In 1278, the abbot of the Cistercian monastery in Sedlec, was sent to Israel by King Otakar II of Bohemia. He returned with him a small amount of earth he had removed from Golgotha and sprinkled it over the abbey cemetery. The word of this pious act soon spread and the cemetery in Sedlec became a desirable burial site throughout Central Europe.
In the mid 14th century, during the Black Death and after the Hussite Wars in the early 15th century, many thousands were buried in the abbey cemetery, so it had to be greatly enlarged.
Around 1400, a Gothic church was built in the center of the cemetery with a vaulted upper level and a lower chapel to be used as an ossuary for the mass graves unearthed during construction, or simply slated for demolition to make room for new burials.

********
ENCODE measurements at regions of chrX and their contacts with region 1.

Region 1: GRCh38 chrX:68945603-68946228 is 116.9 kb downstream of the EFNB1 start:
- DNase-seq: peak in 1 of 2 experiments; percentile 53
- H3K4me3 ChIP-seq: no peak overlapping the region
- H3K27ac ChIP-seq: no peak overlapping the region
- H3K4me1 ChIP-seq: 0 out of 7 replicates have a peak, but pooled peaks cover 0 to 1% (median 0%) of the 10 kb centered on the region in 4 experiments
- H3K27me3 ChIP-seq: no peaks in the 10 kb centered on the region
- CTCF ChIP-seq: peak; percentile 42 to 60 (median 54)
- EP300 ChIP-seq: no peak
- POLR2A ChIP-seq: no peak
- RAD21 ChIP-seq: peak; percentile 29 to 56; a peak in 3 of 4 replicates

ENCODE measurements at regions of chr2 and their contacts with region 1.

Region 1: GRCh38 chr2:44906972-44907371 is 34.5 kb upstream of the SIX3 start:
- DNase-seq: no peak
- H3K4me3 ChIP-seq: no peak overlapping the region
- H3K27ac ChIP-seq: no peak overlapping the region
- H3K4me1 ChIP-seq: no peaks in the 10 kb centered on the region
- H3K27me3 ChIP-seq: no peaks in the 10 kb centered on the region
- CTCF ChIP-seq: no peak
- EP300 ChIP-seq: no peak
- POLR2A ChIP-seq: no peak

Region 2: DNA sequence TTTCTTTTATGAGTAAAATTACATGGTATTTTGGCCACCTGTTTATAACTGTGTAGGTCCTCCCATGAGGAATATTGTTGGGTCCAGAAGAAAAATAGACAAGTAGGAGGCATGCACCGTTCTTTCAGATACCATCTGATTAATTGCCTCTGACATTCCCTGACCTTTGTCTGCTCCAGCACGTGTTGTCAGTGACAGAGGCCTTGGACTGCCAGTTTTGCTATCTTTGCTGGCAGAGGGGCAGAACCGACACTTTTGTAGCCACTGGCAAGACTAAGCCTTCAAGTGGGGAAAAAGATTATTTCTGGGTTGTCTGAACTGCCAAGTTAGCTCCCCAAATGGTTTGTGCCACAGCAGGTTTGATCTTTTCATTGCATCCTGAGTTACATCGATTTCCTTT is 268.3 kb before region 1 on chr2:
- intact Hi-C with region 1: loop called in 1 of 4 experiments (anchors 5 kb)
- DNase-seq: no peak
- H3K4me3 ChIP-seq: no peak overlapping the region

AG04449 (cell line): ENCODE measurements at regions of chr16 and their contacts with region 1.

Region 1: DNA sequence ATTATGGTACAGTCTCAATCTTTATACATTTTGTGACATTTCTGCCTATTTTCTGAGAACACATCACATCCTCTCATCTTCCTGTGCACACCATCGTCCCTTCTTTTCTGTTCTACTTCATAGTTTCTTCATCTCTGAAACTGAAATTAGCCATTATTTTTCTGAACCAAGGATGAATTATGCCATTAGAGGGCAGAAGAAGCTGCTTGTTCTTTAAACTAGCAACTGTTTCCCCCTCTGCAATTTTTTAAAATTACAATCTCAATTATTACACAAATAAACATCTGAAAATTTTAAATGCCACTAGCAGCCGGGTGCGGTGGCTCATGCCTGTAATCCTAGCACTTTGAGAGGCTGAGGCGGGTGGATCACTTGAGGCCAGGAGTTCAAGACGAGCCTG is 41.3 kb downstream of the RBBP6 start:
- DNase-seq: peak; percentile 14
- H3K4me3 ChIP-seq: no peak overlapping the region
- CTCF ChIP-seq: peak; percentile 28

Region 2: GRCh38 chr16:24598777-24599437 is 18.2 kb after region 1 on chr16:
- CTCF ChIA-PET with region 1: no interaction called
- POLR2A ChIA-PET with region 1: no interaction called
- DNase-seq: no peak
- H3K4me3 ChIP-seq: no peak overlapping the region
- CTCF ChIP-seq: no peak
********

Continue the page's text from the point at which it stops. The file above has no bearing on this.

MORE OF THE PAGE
After 1511, the task of exhuming the dead and stacking their bones in the chapel was given to a half-blind monk of the order.
Between 1703 and 1710, a new entrance was constructed to support the front wall, which was leaning outward, and the upper chapel was rebuilt. This work, in the Czech Baroque style, was designed by Jan Santini Aichel.
In 1870, František Rint, a woodcarver, was employed by the Schwarzenberg family to put the bone heaps into order, yielding a macabre result.